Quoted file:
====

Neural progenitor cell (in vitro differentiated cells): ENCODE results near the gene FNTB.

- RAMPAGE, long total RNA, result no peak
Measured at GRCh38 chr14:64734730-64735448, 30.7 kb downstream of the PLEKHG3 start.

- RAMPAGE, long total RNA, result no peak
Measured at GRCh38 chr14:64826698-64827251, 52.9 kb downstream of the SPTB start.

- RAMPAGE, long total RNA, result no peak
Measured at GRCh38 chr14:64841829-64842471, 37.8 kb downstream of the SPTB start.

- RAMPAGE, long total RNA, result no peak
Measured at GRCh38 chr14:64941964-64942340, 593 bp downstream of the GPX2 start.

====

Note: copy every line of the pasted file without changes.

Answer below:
Neural progenitor cell (in vitro differentiated cells): ENCODE results near the gene FNTB.

- RAMPAGE, long total RNA, result no peak
Measured at GRCh38 chr14:64734730-64735448, 30.7 kb downstream of the PLEKHG3 start.

- RAMPAGE, long total RNA, result no peak
Measured at GRCh38 chr14:64826698-64827251, 52.9 kb downstream of the SPTB start.

- RAMPAGE, long total RNA, result no peak
Measured at GRCh38 chr14:64841829-64842471, 37.8 kb downstream of the SPTB start.

- RAMPAGE, long total RNA, result no peak
Measured at GRCh38 chr14:64941964-64942340, 593 bp downstream of the GPX2 start.